Just to go there and breathe that air and see that river silver through the valley until I’m within reach of that peace again with those people along those roads
Just to help cut hay into long windrows and smell it curing under a harvest moon then to bale and stack it into their barns
Just to chop and stack firewood for them and feed their horses fallen apples
Then to wake up hearing acorn woodpeckers chisel small holes in a tall dead tree to fit fresh acorns tight into the wood before winter
Just to hold my breath a little longer to hear where we quit hearing each other
Then to go back and change some things I said the way those woodpeckers would carve new smaller holes for shrunken acorns fallen away
Or to tell myself now what I need to know in short whispers here against the cold that none of us knew then on the changing wind
Divorce Rate in the Northwest
What these mountains had to give we’ve turned into crates for overseas No wonder we keep missing each other cry words words and choose dust or nails for breakfast
What these mountains had to give we’ve subdivided into wide closets and no basements The dog chained in back bites the hand while we talk of children in Pakistan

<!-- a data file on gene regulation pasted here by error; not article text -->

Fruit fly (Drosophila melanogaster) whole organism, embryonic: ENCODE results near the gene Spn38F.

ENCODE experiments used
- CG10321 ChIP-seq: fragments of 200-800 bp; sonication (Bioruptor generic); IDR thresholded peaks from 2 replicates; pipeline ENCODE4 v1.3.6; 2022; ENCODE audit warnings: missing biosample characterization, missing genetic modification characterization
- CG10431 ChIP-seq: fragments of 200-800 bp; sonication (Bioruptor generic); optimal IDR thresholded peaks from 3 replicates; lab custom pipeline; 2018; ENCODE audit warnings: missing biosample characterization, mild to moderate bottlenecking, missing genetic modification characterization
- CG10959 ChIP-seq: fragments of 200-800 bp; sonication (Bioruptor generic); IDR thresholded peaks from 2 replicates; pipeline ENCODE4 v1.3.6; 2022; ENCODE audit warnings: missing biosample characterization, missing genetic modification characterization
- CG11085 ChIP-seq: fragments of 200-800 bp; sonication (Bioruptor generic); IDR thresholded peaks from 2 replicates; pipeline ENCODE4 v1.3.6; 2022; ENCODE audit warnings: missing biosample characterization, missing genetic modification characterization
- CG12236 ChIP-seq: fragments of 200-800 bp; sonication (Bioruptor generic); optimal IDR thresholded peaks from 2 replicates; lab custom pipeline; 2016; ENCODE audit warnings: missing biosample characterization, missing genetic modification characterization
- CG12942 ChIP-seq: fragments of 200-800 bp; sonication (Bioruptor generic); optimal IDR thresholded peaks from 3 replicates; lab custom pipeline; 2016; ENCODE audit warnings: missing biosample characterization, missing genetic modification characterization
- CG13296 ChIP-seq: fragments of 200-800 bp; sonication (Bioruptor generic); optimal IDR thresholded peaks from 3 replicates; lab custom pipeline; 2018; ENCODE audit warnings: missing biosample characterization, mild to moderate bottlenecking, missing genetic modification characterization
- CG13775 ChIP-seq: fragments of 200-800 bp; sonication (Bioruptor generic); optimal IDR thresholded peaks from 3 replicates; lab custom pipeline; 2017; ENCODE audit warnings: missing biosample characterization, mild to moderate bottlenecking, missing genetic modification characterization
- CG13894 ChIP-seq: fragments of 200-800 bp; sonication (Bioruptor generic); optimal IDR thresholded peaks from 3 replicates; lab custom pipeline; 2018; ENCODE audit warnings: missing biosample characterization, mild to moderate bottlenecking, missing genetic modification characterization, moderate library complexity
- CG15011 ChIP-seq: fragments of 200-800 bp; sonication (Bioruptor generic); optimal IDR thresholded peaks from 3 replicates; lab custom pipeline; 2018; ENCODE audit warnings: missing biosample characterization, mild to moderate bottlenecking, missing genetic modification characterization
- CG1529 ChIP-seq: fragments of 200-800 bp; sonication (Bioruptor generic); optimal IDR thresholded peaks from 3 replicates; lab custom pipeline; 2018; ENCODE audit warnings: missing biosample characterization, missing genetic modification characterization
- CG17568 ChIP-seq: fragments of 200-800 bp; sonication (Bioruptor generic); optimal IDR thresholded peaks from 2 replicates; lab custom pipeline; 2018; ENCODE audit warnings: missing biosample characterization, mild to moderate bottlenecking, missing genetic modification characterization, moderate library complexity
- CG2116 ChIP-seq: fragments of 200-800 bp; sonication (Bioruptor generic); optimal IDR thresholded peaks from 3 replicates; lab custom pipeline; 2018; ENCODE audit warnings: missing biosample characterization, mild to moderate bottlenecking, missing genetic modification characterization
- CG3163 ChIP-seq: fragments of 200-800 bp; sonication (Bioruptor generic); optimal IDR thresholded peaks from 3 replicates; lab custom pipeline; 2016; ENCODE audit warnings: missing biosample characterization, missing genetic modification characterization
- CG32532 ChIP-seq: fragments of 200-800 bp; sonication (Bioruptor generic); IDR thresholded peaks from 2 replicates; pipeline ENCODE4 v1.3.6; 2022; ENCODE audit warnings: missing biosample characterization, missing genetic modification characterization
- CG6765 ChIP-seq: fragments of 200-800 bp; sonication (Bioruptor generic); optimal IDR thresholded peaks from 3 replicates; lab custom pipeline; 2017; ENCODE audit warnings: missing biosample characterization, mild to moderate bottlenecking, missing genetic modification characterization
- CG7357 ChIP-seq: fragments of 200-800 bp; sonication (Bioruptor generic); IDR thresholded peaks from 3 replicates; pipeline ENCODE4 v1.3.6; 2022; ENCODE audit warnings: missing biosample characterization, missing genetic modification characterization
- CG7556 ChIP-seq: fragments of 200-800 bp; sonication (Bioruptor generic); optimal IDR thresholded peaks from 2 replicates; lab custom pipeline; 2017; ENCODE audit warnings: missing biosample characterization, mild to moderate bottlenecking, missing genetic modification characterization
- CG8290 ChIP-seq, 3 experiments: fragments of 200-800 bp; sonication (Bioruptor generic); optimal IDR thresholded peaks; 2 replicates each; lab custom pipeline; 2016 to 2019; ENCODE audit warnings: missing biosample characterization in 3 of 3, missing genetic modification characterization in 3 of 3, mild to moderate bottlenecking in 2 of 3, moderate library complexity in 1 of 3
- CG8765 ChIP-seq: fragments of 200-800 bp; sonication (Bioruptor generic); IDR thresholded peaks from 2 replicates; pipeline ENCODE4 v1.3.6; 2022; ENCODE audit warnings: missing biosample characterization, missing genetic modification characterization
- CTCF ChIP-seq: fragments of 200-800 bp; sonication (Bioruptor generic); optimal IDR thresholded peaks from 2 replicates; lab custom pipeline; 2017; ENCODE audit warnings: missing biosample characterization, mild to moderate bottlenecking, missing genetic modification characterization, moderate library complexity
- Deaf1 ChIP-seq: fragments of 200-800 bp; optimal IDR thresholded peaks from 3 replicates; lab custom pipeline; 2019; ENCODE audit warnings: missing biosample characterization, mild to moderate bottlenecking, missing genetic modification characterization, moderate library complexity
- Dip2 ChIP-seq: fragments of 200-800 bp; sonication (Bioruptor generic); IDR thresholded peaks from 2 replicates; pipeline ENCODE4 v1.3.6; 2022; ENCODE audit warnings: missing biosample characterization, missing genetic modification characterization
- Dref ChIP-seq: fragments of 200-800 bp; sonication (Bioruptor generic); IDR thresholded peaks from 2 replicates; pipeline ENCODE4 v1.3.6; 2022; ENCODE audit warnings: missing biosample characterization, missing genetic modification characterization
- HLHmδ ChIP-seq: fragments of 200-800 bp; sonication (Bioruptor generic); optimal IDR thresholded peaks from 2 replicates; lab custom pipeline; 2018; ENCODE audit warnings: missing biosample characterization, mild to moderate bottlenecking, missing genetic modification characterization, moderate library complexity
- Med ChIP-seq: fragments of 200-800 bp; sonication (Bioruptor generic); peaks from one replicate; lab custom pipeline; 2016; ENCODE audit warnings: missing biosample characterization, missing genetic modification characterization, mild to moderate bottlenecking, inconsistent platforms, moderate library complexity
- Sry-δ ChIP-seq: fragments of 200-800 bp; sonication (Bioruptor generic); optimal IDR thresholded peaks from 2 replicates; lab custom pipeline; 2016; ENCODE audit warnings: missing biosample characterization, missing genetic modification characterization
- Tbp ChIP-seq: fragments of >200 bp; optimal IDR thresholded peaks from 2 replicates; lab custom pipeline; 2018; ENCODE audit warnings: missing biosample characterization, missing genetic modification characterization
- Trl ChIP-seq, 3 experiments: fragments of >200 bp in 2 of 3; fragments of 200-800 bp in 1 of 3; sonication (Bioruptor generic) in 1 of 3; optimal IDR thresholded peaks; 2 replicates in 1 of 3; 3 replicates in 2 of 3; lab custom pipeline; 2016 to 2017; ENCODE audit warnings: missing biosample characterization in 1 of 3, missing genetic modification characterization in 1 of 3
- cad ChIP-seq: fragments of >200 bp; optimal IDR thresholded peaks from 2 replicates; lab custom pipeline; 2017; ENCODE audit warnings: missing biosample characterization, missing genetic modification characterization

What these mountains had to give gets the streams choked up and gashing down to bedrock Where will our dreams now spawn? No return on that stock—try as we might Seagulls always find the scent
What these mountains had to give is lost somewhere under the dam That beautiful girl I once knew Celilo—angels leaping round her— no money no silver or green like hers
What these mountains had to give comes roaring back in a tsunami of splinters We run down to dissemble in sawmills fight over blood incinerating and wonder why the evening sky turns purple
For thousands of years Celilo Falls was a meeting ground on the Columbia River where people fished for salmon leaping up those cascading waters. Now it is Lake Celilo, behind the Dalles Dam.
Eugene Marckx has settled in the shadow of Mount Pilchuck, among sheep and cattle and horses and rusted cars. Second-growth cedar, hemlock, and spruce are the oldest inhabitants there, above the stones. Poems come to him to show the way back onto the path he left as a boy. He is at work on a novel about clear-cutting.